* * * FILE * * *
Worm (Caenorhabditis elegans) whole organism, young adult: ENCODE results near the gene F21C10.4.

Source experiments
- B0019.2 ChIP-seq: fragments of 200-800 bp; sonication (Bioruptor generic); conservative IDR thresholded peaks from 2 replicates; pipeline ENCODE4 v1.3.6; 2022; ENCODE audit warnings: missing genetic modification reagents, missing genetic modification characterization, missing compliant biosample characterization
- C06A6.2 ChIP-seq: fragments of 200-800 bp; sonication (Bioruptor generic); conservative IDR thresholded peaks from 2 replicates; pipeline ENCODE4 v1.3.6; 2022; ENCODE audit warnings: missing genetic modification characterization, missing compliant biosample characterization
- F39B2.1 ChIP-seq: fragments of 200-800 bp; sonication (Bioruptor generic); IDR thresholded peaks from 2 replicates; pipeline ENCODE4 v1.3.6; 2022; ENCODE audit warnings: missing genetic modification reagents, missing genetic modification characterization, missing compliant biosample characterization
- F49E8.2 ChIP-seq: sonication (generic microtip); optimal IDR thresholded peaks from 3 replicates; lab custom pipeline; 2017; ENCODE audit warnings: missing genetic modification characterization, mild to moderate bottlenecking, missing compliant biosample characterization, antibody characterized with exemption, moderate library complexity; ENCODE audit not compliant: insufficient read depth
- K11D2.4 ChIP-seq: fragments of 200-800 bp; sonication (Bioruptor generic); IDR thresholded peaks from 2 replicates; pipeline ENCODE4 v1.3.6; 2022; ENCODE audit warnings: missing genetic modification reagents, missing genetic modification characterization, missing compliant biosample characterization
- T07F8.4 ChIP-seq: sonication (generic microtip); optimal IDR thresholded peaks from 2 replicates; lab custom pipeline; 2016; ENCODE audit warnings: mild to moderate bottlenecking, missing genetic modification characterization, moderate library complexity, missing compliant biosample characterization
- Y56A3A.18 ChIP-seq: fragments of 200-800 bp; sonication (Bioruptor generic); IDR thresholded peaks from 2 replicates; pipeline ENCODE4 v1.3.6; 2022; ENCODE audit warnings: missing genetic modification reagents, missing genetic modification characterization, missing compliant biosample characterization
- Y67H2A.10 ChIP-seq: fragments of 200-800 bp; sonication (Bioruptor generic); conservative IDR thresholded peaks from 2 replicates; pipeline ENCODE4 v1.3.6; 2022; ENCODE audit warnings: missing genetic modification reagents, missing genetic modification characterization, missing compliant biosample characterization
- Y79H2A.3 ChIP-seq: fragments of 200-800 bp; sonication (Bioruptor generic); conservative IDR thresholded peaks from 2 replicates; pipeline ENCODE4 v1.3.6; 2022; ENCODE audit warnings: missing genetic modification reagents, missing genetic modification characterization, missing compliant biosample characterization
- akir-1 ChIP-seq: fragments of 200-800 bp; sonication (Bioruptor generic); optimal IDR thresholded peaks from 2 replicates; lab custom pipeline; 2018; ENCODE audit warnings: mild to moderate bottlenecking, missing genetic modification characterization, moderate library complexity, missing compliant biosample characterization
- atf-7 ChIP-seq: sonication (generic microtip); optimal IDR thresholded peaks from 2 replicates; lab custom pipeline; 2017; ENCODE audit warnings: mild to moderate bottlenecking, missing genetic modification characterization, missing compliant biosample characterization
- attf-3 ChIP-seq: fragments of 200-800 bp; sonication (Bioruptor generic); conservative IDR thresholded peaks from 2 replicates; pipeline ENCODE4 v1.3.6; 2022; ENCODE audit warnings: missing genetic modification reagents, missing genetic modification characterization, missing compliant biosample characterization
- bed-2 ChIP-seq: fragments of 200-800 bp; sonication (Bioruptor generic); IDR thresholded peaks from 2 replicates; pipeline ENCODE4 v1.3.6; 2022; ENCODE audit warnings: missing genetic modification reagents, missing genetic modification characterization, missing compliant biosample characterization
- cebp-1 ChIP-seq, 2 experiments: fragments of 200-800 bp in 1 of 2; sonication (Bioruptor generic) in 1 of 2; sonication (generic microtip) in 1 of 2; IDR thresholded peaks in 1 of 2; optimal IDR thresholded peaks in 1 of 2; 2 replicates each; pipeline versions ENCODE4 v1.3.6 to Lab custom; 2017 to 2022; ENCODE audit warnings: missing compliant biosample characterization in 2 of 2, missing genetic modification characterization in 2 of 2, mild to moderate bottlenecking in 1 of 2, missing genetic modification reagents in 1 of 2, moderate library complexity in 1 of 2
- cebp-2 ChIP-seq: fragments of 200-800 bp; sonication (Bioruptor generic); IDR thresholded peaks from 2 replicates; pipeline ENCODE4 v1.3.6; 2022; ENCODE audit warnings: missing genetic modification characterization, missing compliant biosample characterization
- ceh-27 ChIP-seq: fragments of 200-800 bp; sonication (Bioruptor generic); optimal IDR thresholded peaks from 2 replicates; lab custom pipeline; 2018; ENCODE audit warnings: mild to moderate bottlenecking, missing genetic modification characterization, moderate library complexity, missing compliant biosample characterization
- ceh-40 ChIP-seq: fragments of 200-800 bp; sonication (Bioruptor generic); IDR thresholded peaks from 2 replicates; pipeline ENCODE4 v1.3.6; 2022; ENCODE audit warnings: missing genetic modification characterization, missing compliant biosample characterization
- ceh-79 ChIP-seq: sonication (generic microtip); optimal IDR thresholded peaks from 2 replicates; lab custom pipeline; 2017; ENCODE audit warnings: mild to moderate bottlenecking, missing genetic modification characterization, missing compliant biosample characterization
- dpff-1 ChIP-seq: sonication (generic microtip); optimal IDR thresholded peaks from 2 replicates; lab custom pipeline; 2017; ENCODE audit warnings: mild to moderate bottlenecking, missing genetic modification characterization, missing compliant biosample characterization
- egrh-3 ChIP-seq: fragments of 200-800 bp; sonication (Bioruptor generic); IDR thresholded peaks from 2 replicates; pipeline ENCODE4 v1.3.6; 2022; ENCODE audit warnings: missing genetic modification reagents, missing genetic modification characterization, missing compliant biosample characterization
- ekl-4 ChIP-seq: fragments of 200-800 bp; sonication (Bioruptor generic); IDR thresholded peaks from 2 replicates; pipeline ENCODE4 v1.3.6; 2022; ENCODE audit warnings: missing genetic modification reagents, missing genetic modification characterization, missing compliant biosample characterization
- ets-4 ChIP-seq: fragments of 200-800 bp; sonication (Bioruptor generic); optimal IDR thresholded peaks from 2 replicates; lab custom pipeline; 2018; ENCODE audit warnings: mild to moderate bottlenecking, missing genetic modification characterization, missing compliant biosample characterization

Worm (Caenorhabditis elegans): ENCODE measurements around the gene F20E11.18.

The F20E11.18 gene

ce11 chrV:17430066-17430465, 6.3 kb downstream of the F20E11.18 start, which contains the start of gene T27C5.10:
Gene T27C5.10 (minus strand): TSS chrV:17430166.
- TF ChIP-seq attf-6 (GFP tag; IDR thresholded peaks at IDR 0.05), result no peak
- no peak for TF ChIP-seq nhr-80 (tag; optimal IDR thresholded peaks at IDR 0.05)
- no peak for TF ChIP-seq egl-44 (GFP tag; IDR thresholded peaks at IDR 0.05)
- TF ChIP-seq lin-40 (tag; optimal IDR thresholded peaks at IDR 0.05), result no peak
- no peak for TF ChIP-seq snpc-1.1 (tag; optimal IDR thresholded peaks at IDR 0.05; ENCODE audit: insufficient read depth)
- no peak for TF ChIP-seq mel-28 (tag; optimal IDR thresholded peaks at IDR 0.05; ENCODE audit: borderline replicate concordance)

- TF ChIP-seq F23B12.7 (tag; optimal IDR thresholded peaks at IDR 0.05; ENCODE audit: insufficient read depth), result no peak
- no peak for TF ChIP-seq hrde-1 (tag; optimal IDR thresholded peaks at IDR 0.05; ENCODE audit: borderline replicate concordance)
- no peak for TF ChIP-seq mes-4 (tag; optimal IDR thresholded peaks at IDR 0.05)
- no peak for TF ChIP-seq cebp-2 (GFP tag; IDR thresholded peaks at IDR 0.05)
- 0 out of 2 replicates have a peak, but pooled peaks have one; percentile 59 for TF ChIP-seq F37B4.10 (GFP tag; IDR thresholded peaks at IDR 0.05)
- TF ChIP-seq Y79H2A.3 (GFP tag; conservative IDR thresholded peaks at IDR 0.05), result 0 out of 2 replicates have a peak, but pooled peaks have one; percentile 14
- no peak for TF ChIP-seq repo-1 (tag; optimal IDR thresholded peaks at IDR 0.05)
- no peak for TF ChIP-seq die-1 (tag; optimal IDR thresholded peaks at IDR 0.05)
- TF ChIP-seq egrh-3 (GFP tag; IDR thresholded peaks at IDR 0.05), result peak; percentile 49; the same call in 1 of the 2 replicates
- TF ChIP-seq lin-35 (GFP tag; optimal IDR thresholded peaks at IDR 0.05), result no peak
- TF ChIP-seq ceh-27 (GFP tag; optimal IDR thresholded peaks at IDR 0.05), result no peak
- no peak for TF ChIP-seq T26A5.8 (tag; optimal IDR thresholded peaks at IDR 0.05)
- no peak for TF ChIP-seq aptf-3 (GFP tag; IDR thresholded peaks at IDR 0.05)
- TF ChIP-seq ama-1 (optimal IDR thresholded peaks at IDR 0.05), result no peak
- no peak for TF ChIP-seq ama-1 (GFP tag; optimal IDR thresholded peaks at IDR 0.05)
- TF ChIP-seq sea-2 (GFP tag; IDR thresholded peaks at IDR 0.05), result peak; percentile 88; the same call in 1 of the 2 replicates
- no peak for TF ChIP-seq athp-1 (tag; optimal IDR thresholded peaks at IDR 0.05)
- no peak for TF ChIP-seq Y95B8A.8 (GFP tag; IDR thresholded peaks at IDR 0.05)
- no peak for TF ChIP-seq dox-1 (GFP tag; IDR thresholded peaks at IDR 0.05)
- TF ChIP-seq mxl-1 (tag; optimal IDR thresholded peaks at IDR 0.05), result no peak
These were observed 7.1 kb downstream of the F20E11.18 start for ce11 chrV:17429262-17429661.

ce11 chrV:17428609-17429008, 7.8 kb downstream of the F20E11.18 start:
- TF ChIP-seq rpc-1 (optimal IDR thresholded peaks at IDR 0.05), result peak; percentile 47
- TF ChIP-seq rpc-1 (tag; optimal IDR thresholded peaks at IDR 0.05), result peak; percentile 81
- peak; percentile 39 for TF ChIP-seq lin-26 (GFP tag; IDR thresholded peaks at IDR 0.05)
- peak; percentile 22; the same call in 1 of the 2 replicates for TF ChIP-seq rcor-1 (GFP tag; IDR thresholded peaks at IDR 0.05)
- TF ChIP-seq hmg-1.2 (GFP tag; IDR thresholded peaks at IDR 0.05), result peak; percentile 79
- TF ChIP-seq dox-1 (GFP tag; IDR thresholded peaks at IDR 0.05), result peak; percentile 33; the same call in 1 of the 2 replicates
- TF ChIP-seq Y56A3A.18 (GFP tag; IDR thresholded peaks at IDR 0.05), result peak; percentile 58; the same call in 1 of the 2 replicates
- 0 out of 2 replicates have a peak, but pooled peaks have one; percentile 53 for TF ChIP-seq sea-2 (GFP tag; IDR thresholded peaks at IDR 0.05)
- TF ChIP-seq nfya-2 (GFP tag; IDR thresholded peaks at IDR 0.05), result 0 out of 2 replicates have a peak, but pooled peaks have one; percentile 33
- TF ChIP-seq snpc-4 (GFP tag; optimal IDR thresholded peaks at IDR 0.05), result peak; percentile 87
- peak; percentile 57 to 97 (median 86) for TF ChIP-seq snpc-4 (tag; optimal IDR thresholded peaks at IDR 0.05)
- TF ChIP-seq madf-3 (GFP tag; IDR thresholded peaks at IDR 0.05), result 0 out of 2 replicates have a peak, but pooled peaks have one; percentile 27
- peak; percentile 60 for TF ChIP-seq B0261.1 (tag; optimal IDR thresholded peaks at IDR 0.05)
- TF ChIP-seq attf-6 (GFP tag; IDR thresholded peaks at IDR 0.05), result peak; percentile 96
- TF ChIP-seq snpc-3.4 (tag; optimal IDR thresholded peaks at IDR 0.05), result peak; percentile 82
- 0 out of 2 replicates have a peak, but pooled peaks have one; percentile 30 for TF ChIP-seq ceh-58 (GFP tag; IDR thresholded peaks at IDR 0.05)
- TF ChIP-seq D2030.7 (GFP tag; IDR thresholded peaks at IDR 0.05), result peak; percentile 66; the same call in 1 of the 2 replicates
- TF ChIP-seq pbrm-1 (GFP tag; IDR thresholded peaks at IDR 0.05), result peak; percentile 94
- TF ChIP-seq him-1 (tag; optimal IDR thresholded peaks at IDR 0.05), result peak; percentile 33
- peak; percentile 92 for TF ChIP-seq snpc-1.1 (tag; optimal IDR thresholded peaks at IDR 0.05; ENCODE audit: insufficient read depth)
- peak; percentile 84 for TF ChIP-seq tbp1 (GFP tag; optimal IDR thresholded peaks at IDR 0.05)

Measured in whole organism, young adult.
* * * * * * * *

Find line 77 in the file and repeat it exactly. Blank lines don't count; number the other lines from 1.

- peak; percentile 84 for TF ChIP-seq tbp1 (GFP tag; optimal IDR thresholded peaks at IDR 0.05)